"Most instructors are used to having a curriculum handed to them in textbook form." What evidence do you have to back up this assertion? This is most definitely not my (or my colleagues) experience over the last 15 years.
Limiting a ToK class to one source would be utterly disastrous and totally against the entire aims of the programme.
The Role of ToK is NOT to "try to teach students how to think".
Sure. But without identification of where the problem lies how can we even begin to address the issue?
It appears that students are coming out of the Diploma programme without a basic understanding of what ToK is, let alone a good grounding in it. The IBO could not be any clearer on what ToK is, what the aims and objectives are and how it should be approached.
As an IB teacher (of 15 years) and examiner I can confidently say that the problems identified in this thread have two points of origin: 1) Schools don't care about the implementation of ToK in relation to the major subject areas and 2)in general teachers don't know (and don't care to find out) how to teach it.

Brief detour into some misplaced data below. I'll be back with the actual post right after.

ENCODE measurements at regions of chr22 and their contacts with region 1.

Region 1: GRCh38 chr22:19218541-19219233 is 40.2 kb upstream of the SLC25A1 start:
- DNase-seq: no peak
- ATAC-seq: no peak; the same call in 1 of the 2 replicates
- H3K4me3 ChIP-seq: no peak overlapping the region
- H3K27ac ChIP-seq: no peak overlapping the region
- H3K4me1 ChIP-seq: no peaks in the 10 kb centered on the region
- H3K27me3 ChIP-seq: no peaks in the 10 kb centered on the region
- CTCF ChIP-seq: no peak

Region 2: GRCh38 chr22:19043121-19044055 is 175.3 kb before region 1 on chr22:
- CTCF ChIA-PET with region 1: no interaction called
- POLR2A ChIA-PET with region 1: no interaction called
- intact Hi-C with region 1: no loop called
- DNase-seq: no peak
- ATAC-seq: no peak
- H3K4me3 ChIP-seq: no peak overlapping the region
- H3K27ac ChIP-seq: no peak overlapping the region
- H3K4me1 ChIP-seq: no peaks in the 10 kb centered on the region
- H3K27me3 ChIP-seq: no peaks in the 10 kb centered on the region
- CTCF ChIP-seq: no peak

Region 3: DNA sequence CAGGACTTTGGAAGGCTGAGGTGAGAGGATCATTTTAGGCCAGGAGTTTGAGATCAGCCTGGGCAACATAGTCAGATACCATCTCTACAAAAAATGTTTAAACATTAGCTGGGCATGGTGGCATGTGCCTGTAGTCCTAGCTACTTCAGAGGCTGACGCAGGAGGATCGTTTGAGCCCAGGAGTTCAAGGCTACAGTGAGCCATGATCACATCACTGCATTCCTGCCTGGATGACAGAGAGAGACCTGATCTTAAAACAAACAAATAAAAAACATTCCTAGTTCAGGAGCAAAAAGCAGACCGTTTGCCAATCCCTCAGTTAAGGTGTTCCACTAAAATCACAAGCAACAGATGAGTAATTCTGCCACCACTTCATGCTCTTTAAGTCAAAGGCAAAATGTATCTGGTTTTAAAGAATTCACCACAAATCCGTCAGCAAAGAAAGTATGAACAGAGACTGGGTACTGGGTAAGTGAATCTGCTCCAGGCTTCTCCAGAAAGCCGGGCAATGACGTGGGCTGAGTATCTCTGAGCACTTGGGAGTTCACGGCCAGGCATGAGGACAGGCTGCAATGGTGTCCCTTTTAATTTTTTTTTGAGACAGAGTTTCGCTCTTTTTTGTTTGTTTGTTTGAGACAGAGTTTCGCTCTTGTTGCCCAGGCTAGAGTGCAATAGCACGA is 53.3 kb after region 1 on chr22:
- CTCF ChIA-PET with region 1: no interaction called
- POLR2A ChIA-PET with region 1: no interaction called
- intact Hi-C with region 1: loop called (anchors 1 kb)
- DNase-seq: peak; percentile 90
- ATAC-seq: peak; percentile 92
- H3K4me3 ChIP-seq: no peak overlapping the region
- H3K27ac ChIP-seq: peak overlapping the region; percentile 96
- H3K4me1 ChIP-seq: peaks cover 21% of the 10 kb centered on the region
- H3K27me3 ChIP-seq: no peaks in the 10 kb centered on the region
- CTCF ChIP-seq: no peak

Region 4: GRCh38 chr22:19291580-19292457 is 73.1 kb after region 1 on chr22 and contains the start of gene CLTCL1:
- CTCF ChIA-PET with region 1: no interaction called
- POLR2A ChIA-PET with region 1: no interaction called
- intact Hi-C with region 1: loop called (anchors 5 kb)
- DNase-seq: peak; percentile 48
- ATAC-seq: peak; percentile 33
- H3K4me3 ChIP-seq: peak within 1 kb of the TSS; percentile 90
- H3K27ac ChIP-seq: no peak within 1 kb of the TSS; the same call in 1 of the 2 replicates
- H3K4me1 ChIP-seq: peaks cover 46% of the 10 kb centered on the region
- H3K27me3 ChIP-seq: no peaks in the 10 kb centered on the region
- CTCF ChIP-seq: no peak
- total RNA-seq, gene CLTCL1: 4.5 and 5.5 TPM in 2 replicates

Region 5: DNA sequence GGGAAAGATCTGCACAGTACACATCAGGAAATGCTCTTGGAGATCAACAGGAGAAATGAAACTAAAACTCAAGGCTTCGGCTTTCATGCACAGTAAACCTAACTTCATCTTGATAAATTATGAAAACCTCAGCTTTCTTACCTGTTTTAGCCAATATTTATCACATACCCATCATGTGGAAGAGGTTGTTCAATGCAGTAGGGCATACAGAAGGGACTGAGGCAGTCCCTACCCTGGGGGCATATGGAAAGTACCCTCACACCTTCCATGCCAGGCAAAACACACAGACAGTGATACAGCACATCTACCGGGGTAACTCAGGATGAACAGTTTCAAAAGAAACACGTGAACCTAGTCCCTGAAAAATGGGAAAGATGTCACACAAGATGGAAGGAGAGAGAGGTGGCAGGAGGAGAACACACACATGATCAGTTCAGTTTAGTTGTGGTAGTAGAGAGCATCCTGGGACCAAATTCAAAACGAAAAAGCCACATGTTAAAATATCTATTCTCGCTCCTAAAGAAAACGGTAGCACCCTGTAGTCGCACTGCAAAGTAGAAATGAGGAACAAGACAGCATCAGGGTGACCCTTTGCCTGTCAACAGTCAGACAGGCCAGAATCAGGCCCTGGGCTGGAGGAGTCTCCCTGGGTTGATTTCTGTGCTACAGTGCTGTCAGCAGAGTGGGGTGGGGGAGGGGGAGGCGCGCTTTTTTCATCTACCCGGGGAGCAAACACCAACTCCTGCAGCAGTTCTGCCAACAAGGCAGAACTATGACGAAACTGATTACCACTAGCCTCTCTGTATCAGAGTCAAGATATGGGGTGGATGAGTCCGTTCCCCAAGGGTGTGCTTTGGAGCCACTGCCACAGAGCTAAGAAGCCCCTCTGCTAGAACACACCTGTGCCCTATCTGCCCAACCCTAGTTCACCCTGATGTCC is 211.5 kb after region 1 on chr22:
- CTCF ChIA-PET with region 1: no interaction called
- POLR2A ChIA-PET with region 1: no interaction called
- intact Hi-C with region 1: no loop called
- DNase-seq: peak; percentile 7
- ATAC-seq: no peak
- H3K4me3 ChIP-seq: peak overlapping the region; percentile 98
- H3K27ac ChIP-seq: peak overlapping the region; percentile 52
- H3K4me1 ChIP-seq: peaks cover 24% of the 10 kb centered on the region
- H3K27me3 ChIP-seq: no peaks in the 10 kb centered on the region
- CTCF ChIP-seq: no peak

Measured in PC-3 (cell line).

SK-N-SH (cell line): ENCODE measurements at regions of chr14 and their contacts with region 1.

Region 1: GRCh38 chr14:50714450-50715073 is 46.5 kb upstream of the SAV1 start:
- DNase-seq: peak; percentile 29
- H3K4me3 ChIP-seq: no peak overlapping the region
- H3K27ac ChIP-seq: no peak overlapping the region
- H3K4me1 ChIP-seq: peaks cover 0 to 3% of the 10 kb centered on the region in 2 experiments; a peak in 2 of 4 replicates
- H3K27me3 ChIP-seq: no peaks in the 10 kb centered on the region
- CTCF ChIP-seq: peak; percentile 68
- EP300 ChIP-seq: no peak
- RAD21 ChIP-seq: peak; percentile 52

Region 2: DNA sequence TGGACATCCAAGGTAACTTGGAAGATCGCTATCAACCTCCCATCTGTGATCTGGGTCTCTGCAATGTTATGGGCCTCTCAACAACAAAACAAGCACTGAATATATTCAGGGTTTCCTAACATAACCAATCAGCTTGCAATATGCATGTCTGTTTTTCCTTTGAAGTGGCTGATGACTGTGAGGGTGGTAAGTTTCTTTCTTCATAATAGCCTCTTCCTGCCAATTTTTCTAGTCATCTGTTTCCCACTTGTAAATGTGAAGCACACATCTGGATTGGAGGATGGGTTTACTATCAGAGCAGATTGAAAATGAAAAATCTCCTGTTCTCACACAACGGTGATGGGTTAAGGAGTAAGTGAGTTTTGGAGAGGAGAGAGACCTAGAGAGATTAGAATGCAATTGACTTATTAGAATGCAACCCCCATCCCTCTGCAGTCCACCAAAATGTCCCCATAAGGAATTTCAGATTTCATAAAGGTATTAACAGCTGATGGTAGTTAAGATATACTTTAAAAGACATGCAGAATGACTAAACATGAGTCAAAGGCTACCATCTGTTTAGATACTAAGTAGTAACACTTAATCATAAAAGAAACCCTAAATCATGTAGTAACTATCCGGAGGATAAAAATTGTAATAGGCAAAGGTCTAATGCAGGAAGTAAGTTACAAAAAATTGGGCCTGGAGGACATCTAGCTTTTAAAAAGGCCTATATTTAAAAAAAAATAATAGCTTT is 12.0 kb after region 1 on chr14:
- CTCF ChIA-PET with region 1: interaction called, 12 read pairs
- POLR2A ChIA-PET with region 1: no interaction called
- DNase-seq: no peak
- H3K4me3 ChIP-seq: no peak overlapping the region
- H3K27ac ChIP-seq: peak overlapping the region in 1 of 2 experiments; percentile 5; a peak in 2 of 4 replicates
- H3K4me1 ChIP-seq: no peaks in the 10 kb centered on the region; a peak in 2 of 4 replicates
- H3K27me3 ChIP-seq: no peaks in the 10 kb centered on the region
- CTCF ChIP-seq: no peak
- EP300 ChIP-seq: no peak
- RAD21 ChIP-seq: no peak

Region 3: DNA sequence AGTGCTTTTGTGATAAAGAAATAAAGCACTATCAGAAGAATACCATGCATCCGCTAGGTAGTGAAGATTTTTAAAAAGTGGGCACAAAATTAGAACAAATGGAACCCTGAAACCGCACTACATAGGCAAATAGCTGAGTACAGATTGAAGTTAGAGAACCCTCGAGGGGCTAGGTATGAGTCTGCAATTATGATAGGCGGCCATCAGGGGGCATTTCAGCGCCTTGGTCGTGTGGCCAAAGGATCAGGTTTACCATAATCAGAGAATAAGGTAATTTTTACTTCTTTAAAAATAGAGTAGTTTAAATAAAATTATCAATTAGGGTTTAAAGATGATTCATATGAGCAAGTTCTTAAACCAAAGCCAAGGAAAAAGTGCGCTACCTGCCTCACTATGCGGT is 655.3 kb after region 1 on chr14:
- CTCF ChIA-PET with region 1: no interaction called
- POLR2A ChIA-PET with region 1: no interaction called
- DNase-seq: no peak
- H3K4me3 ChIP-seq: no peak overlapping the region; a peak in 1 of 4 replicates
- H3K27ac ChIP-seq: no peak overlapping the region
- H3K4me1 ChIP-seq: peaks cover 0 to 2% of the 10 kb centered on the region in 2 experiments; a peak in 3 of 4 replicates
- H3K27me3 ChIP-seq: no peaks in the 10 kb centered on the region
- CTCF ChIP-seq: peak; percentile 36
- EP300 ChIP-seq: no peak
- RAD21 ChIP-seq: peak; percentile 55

The IBO is very clear about what ToK should be. The blame lies at the feet of institutions who don't value ToK and treat it as a barely acknowledged addition to the diploma.
Theory of Knowledge can (and should be) great. The fact that many schools force apathetic teachers to "teach" it is where the problem lies. All IB teachers are REQUIRED to integrate ToK into their subjects and almost none do. Most IB teachers do not have the first clue what ToK is and they are not motivated to find out.
I have noticed that few commenters here seem to be aware of the actual aims and objectives of the course (based on their comments here). Perhaps reading page 5 of the ToK guide would be pertinent for those who think ToK is "... (read more)